Woke capital’s new low: murder is now a ‘mistake’
Uber is so keen to do business with Saudi it's ready to forgive anything
Uber CEO’s Dara Khosrowshahi has described Saudi Arabia’s murder of journalist Jamal Khashoggi as “a serious mistake”.
But, hey, doesn’t everyone make mistakes? None of us are perfect, for as Khrosrowshahi explained: “We’ve made mistakes too, right, with self-driving … So I think that people make mistakes. It doesn’t mean that they can never be forgiven.”
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Uber is a fantastically 21st-century phenomenon, a huge tech monopoly which pays its workers a pittance while promoting itself as the champion of the most empty-brained and shallow political radicalism. Woke Capitalism, it’s called.
Its adverts in the US have focused on racism and homophobia, although cynics might point out that if Uber really wanted to further social justice they could just pay their drivers more, since they make as little as $8.55 before taxes.
Meanwhile the Uber chief executive has to scrape by on just $200 million a year, a pay ratio of about (I think) 7,000:1 to a driver working full time – which compares to a American CEO: lowest paid worker pay ratio of around 20:1 in the bigoted old 1950s.
The company’s forgiving attitude towards the Saudis is typical of Woke Capital, since these companies all bow down before tyrannical and medieval regimes while proclaiming their fierce opposition to moderate conservatives back home. But, then, of course, Saudi Arabia is a major shareholder in Uber, so at least they have an excuse.
Similarly Google, progressive in the west – famously firing a worker for an internal memo questioning official doctrine on gender diversity – while allowing a Saudi app that enables men to track women and prevent them from travelling.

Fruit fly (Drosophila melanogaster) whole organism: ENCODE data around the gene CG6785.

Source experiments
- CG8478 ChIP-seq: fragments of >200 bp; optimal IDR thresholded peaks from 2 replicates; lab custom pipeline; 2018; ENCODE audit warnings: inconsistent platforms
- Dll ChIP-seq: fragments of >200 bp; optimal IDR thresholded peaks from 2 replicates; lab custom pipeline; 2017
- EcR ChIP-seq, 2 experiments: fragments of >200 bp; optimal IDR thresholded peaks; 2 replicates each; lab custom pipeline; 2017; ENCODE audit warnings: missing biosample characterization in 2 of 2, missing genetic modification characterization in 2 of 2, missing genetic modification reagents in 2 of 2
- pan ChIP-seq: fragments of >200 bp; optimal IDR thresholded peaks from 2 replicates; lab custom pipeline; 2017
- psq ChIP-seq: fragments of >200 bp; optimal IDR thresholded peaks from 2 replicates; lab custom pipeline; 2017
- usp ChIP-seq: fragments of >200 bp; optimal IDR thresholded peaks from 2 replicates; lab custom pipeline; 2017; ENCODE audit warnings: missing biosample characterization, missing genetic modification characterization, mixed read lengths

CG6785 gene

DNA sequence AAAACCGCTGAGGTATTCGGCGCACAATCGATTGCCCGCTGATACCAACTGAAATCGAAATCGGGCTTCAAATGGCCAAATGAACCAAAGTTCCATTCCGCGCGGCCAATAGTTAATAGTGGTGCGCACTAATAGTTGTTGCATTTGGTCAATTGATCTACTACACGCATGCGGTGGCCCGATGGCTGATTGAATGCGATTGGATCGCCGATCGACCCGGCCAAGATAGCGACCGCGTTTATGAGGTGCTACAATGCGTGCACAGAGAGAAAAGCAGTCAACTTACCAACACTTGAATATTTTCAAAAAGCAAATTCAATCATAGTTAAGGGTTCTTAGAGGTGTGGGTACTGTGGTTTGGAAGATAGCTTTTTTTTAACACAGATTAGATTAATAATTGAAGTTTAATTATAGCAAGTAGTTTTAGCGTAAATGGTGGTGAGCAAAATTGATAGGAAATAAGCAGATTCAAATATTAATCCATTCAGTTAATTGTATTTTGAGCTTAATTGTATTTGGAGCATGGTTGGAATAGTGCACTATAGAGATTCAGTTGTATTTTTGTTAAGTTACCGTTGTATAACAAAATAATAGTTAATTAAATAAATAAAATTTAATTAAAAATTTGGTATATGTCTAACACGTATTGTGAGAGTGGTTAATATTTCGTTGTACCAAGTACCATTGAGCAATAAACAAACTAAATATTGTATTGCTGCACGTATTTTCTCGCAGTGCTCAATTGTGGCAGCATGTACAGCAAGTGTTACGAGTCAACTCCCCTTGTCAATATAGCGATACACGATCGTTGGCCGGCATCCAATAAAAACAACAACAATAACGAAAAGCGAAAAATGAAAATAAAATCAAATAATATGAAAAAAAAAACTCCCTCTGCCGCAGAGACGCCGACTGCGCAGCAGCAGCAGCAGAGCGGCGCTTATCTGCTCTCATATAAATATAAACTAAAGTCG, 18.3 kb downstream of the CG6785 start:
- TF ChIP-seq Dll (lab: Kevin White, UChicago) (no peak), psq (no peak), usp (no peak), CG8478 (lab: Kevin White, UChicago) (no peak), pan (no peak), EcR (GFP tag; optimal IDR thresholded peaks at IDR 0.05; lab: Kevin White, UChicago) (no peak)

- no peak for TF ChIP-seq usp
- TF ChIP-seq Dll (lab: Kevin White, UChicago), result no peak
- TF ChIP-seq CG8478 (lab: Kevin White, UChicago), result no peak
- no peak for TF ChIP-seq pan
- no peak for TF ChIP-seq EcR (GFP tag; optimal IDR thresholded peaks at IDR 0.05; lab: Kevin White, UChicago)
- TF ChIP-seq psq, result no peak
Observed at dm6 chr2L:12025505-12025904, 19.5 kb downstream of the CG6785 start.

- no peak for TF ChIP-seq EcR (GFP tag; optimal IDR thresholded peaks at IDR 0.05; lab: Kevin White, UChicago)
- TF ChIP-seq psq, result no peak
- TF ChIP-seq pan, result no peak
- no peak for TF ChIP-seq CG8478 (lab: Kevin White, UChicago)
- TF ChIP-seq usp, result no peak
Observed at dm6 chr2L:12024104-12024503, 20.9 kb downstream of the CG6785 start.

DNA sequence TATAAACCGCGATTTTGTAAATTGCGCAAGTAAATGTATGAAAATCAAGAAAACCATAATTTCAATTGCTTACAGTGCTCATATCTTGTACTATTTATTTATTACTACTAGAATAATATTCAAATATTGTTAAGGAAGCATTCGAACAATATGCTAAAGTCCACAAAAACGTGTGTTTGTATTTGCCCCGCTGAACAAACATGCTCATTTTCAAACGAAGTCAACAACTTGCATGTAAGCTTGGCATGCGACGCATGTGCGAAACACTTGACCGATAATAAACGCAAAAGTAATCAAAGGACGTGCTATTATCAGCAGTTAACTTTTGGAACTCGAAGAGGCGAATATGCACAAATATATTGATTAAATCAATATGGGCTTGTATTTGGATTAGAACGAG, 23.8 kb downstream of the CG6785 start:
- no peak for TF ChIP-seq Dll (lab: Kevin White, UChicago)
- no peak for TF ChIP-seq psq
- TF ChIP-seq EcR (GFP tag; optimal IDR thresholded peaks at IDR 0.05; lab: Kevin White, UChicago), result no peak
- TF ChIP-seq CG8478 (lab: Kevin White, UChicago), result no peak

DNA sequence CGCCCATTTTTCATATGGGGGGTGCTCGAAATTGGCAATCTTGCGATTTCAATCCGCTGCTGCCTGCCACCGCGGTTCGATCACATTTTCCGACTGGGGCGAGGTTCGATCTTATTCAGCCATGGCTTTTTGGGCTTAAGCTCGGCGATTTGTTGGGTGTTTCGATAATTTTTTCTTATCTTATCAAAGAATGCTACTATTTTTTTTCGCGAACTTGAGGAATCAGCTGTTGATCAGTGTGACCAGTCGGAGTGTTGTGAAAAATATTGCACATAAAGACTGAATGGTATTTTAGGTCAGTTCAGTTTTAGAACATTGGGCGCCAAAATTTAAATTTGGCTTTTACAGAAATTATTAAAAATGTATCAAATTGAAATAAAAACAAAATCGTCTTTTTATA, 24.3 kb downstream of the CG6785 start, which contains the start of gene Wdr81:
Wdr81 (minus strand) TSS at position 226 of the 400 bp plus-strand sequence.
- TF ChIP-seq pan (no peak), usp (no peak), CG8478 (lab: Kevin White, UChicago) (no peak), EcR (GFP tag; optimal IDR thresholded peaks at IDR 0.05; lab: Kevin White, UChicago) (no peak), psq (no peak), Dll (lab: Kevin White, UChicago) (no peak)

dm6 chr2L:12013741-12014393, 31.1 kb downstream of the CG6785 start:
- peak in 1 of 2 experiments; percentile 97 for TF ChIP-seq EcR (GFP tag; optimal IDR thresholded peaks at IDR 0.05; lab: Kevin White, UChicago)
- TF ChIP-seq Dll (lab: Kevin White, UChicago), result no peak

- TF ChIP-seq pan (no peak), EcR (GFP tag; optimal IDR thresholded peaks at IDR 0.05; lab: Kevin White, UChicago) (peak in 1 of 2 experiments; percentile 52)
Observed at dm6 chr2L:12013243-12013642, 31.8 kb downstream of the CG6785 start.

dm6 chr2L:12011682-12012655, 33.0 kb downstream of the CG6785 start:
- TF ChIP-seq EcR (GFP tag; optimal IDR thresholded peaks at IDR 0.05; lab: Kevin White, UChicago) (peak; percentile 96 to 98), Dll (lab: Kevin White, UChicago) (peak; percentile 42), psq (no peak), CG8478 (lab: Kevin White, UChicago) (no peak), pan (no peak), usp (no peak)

Or Apple, which recently released “60 new emojis with a focus on inclusion and diversity”, but which won’t allow the flag of Taiwan to be seen in Hong Kong.
Most recently the American basketball authorities, the NBA, described as “the wokest professional sports league”, and which has even withdrawn from an all-star game in North Carolina because of its law against transgender bathrooms, issued a grovelling apology to China after a general manager of one team had dared to tweet criticism of Beijing’s repression of Hong Kong.
The reason that big business engages in performative acts of wokeness is the same reason it does whatever China or the Saudis tell it to do – these companies want to suck up to the powerful, and to those who would otherwise makes their lives difficult, whether its progressive activists or the CCP. North Carolina is weak, while China is strong.
This is why the annual Pride displays by these companies are so disingenuous, like proclamations of “Workers of the World unite” in the Havel essay; all these firms would quite happily sponsor Gay Shame events, if that’s what the people wearing the boot demanded.
Ross Douthat once defined decadence as “Revelling in coarseness/transgression right up until it requires some risk, at which point, swiftly self-censoring.” As the global market puts more power in China’s hands, there will surely be greater danger ahead.
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